- Labour brokering is equivalent to the trading of human beings as commodities. Generally the main commercial contract is agreed to between the labour broker and the so-called “client” enterprise, which sets out the various stipulated labour services to be supplied and the price at which these services are to be supplied, whereas the true suppliers of labour (namely the workers) are excluded from this process, thereby undermining their rights to negotiate their wages and employment terms. The Constitution of South Africa guarantees a right to fair labour standards and the right to collective bargaining. The practise of labour brokering tramples both of these Constitutional protections of workers.
- Labour Brokers do not create jobs but merely act as intermediaries to access jobs that already exist, and which in many cases would have existed previously as permanent full-time jobs
- Labour Brokers destroy permanent jobs as they lead to insecure contractual relations and downgrading of wages and employment terms
- Labour Brokers do not practise the principle of equal pay for work of equal value. Workers employed by the Labour Brokers work longer hours without any compensation, they work Monday-to-Monday and 365 days without any compensation for working on Sundays and public holidays.
- Apart from undermining collective bargaining rights, labour brokers also provide scab labour and therefore serve as strike breakers!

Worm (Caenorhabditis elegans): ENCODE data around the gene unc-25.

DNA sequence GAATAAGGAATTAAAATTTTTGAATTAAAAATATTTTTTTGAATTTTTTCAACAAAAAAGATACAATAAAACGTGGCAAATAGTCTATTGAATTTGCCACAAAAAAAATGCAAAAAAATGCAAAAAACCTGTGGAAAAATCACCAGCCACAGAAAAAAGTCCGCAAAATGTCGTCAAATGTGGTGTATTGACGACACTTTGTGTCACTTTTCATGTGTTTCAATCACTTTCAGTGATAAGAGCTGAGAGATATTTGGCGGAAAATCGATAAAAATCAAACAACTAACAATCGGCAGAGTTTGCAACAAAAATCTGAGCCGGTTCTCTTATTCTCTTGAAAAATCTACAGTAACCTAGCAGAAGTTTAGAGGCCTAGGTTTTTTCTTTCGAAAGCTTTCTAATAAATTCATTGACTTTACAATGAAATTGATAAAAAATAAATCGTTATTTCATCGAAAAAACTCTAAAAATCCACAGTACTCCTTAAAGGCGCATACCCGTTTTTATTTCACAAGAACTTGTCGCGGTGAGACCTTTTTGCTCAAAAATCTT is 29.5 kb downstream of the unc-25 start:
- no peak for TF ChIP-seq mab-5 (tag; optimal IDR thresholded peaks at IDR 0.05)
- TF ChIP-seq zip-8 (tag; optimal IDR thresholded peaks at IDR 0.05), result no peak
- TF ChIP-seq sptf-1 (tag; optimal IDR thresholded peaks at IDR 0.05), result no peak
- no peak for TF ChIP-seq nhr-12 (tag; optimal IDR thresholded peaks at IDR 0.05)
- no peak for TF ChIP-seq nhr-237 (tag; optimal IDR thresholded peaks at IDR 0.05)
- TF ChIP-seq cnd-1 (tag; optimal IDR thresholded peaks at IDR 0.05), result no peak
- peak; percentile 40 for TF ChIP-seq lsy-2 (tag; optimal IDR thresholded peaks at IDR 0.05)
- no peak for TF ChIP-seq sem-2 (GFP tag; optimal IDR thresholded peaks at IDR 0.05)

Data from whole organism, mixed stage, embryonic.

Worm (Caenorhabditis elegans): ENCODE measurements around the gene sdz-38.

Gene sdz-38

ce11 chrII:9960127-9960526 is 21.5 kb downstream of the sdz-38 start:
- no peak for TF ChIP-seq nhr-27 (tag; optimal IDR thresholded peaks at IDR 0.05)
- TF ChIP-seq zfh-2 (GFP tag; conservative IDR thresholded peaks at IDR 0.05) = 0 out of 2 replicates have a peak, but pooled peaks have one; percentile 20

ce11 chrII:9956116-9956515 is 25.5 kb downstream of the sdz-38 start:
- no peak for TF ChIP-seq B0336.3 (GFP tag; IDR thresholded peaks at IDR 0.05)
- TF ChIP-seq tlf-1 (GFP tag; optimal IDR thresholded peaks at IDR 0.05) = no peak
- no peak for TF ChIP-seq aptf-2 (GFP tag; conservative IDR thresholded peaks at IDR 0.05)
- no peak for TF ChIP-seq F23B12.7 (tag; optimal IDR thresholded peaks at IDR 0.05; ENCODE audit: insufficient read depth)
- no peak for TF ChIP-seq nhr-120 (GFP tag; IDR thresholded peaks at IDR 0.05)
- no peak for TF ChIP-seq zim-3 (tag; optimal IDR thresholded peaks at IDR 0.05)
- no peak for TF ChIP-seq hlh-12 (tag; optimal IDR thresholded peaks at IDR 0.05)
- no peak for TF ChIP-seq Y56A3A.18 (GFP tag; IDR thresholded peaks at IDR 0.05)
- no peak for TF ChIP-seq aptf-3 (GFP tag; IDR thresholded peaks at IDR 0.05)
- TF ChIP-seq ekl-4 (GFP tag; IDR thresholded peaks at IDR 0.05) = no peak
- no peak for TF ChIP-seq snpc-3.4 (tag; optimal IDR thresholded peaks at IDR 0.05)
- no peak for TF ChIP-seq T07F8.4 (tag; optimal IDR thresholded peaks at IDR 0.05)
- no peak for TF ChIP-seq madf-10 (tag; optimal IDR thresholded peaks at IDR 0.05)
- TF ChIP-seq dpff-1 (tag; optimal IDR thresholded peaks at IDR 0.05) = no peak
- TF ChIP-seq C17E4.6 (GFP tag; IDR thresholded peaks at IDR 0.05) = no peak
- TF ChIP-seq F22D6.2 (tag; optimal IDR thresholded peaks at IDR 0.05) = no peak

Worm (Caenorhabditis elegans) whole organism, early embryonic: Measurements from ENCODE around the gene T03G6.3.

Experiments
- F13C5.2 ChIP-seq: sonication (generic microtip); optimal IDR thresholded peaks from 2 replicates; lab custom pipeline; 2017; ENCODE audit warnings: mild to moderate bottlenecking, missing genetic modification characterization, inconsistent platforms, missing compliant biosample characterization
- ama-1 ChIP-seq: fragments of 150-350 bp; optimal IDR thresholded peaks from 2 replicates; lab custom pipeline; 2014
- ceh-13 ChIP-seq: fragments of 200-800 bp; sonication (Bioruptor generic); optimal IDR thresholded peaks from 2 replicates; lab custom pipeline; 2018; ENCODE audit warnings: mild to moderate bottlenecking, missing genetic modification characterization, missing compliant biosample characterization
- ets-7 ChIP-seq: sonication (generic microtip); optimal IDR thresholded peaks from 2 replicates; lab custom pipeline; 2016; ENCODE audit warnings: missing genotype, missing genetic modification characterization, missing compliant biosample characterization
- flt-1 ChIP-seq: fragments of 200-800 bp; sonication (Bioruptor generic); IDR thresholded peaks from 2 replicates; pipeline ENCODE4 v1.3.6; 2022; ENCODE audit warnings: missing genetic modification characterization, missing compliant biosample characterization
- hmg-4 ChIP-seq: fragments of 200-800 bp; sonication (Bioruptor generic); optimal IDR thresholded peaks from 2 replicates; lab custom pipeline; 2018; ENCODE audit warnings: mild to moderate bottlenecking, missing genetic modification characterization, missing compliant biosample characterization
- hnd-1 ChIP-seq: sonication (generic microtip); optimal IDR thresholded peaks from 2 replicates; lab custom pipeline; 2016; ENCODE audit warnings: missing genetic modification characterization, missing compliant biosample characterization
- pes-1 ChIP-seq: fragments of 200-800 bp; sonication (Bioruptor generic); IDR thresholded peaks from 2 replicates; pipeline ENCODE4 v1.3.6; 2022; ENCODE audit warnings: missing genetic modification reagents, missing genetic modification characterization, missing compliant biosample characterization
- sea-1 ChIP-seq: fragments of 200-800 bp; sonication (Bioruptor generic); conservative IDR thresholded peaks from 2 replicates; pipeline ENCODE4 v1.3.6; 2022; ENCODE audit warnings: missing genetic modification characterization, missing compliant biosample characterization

- Labour brokering, combined with other forms of atypical work, reflects the current trends of the intensification of the rate of exploitation of workers.
- Significant emphasis is placed on the commercial rationale of using labour brokers to lower costs for clients, which is commonly achieved by reducing wages and excluding employment benefits.
- Labour brokering allows employers to evade their obligations as stipulated in the LRA. This is tantamount to outsourcing labour relations to a third party.
- Workers under labour brokers are unable to enforce their rights against any party that may be identified legally as the employer. In cases where this may be imposed against the labour broker agency, its precarious financial standing, especially in cases on insolvency, renders workers’ rights of enforcement as merely notional.
- Increased regulation of the industry will not work because capacity constraints within the Department of Labour to enforce existing legislation and a ban against labour brokers may be administratively simpler than detailed regulation, thereby simplifying enforcement.
- Most of the workers employed by the labour brokers do not enjoy pension fund/provident funds, medical aid benefits, etc. The employers dump these workers into the government social security system thereby increasing the state burden to provide for them in their pension life. This means the taxpayers are subsidising the employers to make super profits.
- Labour broker are also anti-trade unions because ‘their’ workers are constantly being moved around from one workplace to another within short periods, often with no access to union officials or the possibility of stop-order deductions for union subscriptions, they find it very hard to join a union or to remain members.
- Labour brokers contribute to the progressive de-skilling of workers, especially as a result of the short-term and irregular nature of the contracts associated with labour brokering and other forms of atypical labour.
- Businesses that employ less than 10 employees and businesses which employ less than 50 and have been in operation for less than two years;
- Employees who are engaged on official public works schemes or similar public job creation schemes.
Congress of South African Trade Unions
1-5 Leyds Cnr Biccard Streets
Fax: +27 11 339-5080 / 6940
Mobile: +27 82 821 7456